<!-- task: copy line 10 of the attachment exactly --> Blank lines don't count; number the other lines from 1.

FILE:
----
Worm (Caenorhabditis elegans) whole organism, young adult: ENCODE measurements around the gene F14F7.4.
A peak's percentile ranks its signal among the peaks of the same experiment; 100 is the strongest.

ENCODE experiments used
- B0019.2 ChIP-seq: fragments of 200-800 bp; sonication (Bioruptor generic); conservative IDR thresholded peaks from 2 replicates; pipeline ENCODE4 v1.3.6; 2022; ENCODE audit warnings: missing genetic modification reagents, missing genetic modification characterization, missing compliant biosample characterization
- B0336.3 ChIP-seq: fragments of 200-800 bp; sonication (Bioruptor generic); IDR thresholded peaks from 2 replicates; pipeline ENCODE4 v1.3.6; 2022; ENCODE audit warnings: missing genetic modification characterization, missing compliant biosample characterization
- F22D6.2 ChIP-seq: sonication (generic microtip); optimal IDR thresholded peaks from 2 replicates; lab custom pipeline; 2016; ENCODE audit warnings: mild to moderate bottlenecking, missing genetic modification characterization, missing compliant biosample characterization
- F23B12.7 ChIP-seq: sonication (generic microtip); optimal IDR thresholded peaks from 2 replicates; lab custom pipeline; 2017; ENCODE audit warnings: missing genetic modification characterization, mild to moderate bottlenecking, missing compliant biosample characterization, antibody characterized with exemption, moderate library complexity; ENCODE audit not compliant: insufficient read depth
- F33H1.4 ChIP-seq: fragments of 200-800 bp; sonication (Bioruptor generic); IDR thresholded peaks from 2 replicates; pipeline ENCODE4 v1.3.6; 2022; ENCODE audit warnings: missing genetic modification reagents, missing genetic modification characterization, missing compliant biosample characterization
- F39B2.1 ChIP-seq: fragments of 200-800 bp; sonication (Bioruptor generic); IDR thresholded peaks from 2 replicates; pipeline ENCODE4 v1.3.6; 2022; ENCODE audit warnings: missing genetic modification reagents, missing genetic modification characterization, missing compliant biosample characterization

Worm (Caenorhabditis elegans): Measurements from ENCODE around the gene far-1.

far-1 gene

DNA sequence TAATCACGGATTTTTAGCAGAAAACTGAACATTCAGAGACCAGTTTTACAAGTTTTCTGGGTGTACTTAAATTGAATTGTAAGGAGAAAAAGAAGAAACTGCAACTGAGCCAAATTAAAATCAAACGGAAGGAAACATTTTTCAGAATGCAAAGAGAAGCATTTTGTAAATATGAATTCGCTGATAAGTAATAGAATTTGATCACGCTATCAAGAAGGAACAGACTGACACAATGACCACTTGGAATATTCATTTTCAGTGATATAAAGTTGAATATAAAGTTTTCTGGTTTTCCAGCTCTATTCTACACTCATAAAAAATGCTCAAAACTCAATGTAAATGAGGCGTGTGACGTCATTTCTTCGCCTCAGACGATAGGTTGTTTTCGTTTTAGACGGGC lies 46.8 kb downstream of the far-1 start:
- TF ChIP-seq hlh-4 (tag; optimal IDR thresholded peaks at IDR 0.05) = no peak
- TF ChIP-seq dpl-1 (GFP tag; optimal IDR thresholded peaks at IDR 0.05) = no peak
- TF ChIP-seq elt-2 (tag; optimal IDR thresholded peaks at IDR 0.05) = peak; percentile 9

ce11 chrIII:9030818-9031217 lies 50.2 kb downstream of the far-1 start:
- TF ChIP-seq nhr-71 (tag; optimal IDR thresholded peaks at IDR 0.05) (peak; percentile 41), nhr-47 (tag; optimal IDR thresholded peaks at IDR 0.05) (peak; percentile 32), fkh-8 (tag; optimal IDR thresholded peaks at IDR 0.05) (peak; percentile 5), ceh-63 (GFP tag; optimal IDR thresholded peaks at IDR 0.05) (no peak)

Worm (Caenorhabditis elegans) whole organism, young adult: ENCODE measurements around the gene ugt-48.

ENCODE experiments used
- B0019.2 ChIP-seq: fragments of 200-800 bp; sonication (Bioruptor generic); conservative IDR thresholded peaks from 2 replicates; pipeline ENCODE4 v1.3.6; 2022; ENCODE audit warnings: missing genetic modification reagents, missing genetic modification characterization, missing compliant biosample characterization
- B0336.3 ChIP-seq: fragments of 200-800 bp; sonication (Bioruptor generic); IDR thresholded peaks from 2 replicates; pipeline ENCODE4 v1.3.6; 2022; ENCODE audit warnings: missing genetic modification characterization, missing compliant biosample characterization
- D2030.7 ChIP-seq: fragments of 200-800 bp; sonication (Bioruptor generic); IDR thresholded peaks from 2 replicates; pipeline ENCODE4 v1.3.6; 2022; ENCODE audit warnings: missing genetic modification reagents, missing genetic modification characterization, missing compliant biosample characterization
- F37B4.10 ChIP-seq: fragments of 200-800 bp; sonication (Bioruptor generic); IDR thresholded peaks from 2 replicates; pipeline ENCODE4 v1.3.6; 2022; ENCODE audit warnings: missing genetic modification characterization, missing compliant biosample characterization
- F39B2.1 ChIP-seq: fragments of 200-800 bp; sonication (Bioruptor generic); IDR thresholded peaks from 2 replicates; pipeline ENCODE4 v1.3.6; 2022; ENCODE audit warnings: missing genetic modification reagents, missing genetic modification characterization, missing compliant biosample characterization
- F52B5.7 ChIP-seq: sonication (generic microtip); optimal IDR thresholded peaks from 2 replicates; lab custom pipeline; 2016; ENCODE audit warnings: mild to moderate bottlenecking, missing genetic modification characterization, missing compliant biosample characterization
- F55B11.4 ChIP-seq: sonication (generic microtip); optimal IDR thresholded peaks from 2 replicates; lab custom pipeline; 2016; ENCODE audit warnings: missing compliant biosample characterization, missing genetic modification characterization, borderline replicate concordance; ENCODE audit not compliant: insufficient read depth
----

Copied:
Worm (Caenorhabditis elegans): Measurements from ENCODE around the gene far-1.